Molasses vs. Honey

By Jaxson

Main Difference

The main difference between Molasses and Honey is that the Molasses is a viscous by-product of the refining of sugarcane, grapes, or sugar beets into sugar, often used in cookie baking and Honey is a sweet food made by bees using nectar from blossoms

  • Molasses

    Molasses () or black treacle (British English) is a viscous product resulting from refining sugarcane or sugar beets into sugar. Molasses varies by amount of sugar, method of extraction, and age of plant. Sugarcane molasses is primarily used for sweetening and flavoring foods in the United States, Canada, and elsewhere. Molasses is a defining component of fine commercial brown sugar.Sweet sorghum syrup may be colloquially called “sorghum molasses” in the southern United States. Molasses has a stronger flavor than most alternative syrups.

  • Honey

    Honey is a sweet, viscous food substance produced by bees and some related insects. Bees produce honey from the sugary secretions of plants (floral nectar) or other insects (aphid honeydew) through regurgitation, enzymatic activity, and water evaporation. Honey is stored in wax structures called honeycombs. The variety of honey produced by honey bees (the genus Apis) is the best-known, due to its worldwide commercial production and human consumption. Honey is collected from wild bee colonies, or from hives of domesticated bees, a practice known as beekeeping.

    Honey gets its sweetness from the monosaccharides fructose and glucose, and has about the same relative sweetness as sucrose (granulated sugar). It has attractive chemical properties for baking and a distinctive flavor when used as a sweetener. Most microorganisms do not grow in honey, so sealed honey does not spoil, even after thousands of years.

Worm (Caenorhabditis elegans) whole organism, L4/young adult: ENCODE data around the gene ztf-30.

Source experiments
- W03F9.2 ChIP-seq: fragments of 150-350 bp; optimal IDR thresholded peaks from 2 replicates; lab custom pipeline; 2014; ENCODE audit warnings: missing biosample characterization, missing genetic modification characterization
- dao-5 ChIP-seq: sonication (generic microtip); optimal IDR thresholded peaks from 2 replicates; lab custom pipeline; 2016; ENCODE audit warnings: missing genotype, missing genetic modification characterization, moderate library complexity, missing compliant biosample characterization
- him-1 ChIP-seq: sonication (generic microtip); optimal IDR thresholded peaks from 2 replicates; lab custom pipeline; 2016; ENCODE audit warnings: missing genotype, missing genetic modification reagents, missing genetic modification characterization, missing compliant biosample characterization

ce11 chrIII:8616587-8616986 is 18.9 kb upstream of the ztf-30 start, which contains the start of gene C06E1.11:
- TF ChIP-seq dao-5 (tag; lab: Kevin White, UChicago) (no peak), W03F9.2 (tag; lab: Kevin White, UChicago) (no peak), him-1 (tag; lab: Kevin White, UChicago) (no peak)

Honey provides 64 calories in a serving of one tablespoon (15 ml) equivalent to 1272 kJ per 100 g. Honey is generally safe, but may have various, potentially adverse effects or interactions upon excessive consumption, existing disease conditions, or use of prescription drugs.

    Honey use and production have a long and varied history as an ancient activity, depicted in Valencia, Spain, by a cave painting of humans foraging for honey at least 8,000 years ago.

  • Molasses (noun)

    A thick brownish syrup produced in the refining of raw sugar.

  • Honey (noun)

    A viscous, sweet fluid produced from plant nectar by bees. Often used to sweeten tea or to spread on baked goods.

  • Honey (noun)

    A variety of this substance.

  • Honey (noun)

    Something sweet or desirable.

  • Honey (noun)

    A term of affection.

    “Honey, would you take out the trash?”

    “Honey, I’m home.”

  • Honey (noun)

    A woman, especially an attractive one.

    “Man, there are some fine honeys here tonight!”

  • Honey (noun)

    A spectrum of pale yellow to brownish-yellow colour, like that of most types of (the sweet substance) honey.

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  • Honey (adjective)

    Involving or resembling honey.

  • Honey (adjective)

    Of a pale yellow to brownish-yellow colour, like most types of honey.

  • Honey (verb)

    To sweeten; to make agreeable.

  • Honey (verb)

    To be gentle, agreeable, or coaxing; to talk fondly; to use endearments.

  • Honey (verb)

    To be or become obsequiously courteous or complimentary; to fawn.

  • Honey (noun)

    a sweet, sticky yellowish-brown fluid made by bees and other insects from nectar collected from flowers.

  • Honey (noun)

    a yellowish-brown or golden colour

    “her honey skin”

  • Honey (noun)

    any sweet substance similar to bees’ honey.

  • Honey (noun)

    an excellent example of something

    “it’s one honey of an adaptation”

  • Honey (noun)

    an attractive girl

    “she’s a little honey”

  • Honey (noun)

    darling; sweetheart (usually as a form of address)

    “hi, honey!”

Oxford Dictionary

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